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My Maine Master Plan  RSS feed

 
Jessica Gorton
Posts: 274
Location: Central Maine - Zone 4b/5a
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Oh, this is exciting, and also sort of intimidating. Like starting the first plan of a new journal.

Forgive me for any lack of computer skills...I hope I can my pictures to load!

So, here's where I'm going to post my ongoing plans and ideas for my new property. I've been waiting for this for a long time. My husband, toddler, and I just bought 7 acres in Central Maine, with an old farmhouse and barn. My background - I grew up in suburban New Jersey, and didn't really know what "organic" even meant (outside of chem class) until post-college. But then, I gave up life in NYC and the theater world and moved to Canton, NY, to live on an organic farm and commune as their "veggie intern". There, I learned not only organic farming techniques (veggies, no animals, not permaculture-based really), but skills such as canning and drying, herbal medicine, consensus-based decision-making, and dancing around maypoles and drumming around bonfires.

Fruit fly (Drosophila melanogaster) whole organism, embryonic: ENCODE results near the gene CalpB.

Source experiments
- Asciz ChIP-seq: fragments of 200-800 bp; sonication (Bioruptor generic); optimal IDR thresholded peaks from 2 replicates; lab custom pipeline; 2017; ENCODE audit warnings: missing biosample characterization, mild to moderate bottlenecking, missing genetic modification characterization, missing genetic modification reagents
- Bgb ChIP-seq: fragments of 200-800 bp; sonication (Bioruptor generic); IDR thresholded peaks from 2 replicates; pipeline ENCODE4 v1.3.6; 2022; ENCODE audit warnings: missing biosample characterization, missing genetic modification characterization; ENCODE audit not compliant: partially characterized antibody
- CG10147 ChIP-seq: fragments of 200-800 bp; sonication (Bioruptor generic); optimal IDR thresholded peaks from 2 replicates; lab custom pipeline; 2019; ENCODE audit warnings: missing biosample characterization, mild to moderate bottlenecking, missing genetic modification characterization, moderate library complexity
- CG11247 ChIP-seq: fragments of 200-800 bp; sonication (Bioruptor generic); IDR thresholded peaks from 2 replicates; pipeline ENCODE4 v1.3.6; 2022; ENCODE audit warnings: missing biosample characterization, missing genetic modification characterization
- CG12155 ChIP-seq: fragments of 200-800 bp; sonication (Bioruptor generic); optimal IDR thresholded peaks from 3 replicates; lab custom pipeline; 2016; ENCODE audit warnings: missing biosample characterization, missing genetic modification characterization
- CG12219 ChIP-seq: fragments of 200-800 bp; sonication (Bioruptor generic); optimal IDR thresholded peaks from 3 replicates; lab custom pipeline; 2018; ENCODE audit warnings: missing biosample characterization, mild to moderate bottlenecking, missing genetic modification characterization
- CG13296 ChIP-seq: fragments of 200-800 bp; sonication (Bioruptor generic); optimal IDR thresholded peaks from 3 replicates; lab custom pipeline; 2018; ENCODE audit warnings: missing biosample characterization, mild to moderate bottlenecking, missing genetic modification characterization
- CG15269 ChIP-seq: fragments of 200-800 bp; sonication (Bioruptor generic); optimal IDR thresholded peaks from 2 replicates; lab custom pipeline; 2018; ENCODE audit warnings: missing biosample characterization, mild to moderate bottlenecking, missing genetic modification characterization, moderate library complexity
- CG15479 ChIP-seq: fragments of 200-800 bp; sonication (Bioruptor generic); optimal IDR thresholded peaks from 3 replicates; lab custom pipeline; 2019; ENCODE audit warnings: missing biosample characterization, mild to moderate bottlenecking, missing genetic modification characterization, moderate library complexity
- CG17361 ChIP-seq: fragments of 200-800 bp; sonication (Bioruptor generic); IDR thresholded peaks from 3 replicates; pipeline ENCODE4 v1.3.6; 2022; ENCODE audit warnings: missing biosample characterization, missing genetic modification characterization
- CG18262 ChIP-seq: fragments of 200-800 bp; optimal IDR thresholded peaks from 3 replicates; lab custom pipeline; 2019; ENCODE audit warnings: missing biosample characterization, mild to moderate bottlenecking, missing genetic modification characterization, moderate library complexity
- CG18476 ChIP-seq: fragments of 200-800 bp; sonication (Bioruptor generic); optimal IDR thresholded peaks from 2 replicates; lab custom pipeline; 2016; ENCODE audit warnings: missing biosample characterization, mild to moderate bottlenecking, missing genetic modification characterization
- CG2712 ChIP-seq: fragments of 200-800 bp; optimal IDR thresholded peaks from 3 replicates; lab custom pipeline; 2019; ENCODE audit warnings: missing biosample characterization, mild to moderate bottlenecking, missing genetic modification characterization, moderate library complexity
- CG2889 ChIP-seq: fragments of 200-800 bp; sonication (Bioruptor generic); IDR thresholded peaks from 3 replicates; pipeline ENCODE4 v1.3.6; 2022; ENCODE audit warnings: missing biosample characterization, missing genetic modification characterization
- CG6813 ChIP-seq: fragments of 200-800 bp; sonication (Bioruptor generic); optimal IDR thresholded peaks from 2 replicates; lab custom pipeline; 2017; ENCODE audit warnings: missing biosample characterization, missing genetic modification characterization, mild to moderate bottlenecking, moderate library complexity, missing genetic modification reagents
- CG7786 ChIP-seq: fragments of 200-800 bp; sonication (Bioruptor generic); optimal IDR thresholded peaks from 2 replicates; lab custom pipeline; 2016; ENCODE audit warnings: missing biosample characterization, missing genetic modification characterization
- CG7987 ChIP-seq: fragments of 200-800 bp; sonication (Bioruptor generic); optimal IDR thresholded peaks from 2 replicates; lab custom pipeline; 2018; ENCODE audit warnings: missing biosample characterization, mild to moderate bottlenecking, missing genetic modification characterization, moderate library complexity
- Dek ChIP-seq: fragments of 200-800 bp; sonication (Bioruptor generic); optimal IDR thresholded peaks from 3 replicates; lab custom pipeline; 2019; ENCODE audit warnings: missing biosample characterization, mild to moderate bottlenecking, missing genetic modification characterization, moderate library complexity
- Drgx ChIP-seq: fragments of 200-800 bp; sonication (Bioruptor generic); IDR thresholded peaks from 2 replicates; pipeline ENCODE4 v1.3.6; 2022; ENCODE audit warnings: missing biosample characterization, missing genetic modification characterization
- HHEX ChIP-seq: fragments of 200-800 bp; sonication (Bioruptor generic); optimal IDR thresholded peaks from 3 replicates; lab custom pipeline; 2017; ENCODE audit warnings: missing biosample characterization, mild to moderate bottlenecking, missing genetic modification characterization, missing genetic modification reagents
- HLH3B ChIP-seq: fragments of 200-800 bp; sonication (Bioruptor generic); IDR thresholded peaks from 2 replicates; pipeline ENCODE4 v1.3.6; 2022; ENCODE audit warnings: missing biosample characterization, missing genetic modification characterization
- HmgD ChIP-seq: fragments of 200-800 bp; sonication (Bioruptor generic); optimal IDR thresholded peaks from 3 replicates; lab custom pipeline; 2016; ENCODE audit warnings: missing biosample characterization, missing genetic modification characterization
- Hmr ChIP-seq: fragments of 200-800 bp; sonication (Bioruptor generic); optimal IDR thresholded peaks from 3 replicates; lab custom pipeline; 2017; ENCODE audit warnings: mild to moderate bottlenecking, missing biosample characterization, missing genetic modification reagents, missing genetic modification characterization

After that experience, I foolishly thought I could go home again. But of course, life in suburbia just didn't work for me anymore. So, the next year, I took off to Maine to take a 3-month-long intensive wilderness skills course. After learning how to make fires by rubbing sticks together, and other such handy things, I stayed on to build my own cabin in the woods, a little round cob house that the insurance company eventually made us take down.